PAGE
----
Saturday, April 30, 2011

Writing a swap function in java

Method 1 : Changing the data underneath
public class Swapper<T> {
      public Swapper(T obj) {
             data_ = obj;
      public T get() { return data_; }
      public void set(T value) { data_ = value; }
      public void swap(Swapper<T> o) {
           T tmp = o.data_;
           o.data_ = data_;
           data_ = tmp;
      private T data_ = null;

  // .. Now you can do:
  Swapper<String> a = new Swapper("Hello");
  Swapper<String> b = new Swapper("World");
  // a.get().equals("Hello")
  a.swap(b); // now a.get().equals("World")

But we can write function which uses the above idea:
public void Swap(RefObject<Integer> p, RefObject<Integer> q)
   int temp;
   temp = p.argvalue;
   p.argvalue = q.argvalue;
   q.argvalue = temp;
public final class RefObject<T>
    public T argvalue;
    public RefObject(T refarg)
        argvalue = refarg;

Method 2 : Using Atomic reference
Example for integers:

public void swap(AtomicInteger a, AtomicInteger b){

Above method can be written in more verbose way like this:

import java.util.concurrent.atomic.AtomicInteger;
public class TestAtomicInteger{
    private static void swap(AtomicInteger a, AtomicInteger b) {
        int val = a.get();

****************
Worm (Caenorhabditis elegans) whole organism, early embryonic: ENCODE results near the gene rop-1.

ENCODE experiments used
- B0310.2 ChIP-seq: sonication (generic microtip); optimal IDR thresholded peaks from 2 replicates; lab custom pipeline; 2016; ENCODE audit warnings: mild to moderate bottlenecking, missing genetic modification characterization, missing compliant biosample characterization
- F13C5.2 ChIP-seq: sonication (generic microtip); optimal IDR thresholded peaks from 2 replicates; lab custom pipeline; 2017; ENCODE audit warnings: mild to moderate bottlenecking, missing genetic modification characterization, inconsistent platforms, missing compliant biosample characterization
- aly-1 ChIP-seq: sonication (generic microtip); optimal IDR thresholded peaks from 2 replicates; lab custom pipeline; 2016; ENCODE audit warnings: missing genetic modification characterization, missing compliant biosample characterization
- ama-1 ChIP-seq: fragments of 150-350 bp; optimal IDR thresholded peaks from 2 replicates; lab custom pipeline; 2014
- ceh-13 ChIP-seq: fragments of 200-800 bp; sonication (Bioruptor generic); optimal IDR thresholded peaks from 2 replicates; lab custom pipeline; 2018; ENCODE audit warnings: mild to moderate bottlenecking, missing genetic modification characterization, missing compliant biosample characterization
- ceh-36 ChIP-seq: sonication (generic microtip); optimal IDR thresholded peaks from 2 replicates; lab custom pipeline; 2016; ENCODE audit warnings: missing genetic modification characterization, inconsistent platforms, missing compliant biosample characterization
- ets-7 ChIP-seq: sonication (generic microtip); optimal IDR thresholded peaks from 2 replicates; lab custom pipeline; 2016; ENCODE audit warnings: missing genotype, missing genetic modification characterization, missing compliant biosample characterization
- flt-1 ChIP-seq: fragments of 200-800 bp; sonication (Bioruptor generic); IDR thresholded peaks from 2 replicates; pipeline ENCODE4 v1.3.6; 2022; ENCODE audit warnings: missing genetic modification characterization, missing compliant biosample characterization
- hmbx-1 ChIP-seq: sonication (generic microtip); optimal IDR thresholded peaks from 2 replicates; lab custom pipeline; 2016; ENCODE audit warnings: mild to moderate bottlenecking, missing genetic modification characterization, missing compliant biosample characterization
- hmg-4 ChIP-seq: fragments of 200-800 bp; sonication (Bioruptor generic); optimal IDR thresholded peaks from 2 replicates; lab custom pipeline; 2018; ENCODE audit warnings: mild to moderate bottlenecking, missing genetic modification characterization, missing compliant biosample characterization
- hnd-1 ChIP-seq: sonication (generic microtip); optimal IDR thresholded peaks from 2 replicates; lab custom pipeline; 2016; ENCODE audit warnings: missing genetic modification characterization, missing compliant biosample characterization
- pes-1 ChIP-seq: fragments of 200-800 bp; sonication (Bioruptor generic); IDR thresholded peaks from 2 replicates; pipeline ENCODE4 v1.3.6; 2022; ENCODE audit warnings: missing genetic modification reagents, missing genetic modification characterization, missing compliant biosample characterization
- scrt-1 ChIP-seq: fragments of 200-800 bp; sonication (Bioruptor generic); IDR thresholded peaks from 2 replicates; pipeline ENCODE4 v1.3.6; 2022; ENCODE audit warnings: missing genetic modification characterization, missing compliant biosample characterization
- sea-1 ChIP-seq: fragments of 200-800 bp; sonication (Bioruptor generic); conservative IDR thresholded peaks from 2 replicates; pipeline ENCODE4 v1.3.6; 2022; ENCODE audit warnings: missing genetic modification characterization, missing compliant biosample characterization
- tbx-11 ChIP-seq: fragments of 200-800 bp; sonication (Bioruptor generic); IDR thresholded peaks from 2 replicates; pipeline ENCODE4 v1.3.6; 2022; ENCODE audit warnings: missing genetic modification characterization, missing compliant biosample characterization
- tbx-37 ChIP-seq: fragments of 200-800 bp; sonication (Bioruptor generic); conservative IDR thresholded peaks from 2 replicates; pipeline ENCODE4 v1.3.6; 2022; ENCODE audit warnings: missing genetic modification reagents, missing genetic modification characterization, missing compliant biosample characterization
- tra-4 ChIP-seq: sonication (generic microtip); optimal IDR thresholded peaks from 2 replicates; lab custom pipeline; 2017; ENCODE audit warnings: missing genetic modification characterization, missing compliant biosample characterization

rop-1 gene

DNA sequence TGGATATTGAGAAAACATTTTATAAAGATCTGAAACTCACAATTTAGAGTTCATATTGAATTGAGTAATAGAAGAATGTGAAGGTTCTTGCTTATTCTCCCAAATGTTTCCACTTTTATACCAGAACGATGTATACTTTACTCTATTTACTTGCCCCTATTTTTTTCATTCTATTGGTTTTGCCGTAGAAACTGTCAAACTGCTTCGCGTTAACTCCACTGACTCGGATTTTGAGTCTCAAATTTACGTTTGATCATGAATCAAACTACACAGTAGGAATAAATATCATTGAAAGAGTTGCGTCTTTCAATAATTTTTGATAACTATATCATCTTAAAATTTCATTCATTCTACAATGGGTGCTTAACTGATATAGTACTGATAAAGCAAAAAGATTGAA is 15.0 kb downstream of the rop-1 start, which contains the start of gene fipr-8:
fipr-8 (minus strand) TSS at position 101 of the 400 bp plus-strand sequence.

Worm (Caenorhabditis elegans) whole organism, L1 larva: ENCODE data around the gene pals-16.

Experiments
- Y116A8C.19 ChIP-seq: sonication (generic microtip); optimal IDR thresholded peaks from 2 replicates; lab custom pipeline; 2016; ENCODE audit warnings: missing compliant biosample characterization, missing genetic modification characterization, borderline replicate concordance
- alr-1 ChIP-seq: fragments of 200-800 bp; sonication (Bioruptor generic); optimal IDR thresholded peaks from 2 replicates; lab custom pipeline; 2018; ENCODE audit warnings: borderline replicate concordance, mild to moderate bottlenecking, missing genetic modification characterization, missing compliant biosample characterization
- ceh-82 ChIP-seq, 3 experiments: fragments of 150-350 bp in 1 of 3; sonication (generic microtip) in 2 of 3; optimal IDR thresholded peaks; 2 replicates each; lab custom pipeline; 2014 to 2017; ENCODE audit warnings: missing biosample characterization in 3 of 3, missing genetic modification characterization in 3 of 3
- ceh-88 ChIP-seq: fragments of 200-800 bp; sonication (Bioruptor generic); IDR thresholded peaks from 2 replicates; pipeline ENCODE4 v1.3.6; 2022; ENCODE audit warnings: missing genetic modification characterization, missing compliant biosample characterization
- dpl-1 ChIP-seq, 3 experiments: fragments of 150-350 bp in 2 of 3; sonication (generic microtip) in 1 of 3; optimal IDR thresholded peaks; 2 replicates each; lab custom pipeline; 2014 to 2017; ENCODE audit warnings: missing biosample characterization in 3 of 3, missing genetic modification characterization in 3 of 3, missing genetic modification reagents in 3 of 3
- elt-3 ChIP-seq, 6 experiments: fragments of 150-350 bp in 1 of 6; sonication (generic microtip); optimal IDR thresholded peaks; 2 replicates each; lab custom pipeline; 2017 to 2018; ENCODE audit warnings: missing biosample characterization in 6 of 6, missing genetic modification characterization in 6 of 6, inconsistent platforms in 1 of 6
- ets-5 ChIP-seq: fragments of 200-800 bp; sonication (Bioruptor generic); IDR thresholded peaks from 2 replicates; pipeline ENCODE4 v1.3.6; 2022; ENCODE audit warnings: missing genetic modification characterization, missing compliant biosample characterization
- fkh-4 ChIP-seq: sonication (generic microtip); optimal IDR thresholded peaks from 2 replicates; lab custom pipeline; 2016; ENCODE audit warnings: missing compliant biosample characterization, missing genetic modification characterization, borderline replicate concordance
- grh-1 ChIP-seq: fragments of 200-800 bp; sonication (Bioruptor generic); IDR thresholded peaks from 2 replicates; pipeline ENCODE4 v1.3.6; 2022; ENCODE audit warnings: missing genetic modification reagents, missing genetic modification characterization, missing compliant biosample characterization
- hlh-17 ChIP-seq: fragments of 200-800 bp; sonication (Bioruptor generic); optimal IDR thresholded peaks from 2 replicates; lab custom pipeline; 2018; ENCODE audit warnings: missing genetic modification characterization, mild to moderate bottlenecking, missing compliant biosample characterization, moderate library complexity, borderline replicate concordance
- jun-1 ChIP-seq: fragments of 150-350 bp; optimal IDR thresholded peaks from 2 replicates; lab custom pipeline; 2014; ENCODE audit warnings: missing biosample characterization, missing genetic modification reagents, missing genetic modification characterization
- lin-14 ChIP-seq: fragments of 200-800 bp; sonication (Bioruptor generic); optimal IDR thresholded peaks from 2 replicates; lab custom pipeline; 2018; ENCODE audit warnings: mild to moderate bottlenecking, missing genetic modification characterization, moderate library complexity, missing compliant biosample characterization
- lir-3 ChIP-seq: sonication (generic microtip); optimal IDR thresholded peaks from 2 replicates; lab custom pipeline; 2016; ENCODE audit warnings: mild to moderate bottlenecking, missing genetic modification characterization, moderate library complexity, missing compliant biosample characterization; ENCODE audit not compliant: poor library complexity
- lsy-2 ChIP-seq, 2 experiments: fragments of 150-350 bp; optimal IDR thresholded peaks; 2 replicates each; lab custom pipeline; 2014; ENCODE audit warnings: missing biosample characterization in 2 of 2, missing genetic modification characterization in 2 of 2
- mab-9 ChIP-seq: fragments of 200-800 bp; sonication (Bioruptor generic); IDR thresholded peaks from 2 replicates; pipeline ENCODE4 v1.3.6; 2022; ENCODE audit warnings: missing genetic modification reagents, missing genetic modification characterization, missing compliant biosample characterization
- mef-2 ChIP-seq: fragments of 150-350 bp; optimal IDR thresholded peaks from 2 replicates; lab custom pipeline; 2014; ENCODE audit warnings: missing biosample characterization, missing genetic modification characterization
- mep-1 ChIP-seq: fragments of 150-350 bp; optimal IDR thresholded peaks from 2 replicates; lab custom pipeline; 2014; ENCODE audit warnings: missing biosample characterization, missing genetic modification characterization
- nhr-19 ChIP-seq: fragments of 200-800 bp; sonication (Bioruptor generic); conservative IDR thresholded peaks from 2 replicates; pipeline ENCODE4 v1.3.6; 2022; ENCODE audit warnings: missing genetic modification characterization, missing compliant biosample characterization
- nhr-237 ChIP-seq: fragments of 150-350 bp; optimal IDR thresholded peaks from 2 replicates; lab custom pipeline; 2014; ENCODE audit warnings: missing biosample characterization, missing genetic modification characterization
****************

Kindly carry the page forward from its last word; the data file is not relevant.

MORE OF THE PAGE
public static void main(String[] args) {
        AtomicInteger a = new AtomicInteger(1);
        AtomicInteger b = new AtomicInteger(2);

        swap(a, b);

        System.out.println("a: " + a + " b: " + b);

Example for strings:
public void swap(AtomicReference a, AtomicReference b){

Of course this not very satisfactory, as you hardly ever develop against AtomicReferences. But basically you need to use some kind of container as shown above, because you can't just swap the references. So you can e.g. swap the elements of a two-element array or list, but you just can't swap two strings without having access to the original variables (so you can't do it in a helper function).

Case when data is in list:
If your data happens to be a List, a better way to swap is to use Collections.swap(List, int, int).
In above function following are the function and parameters:

Swaps the elements at the specified positions in the specified list.
(If the specified positions are equal, invoking this method leaves
the list unchanged.)
    list - The list in which to swap elements.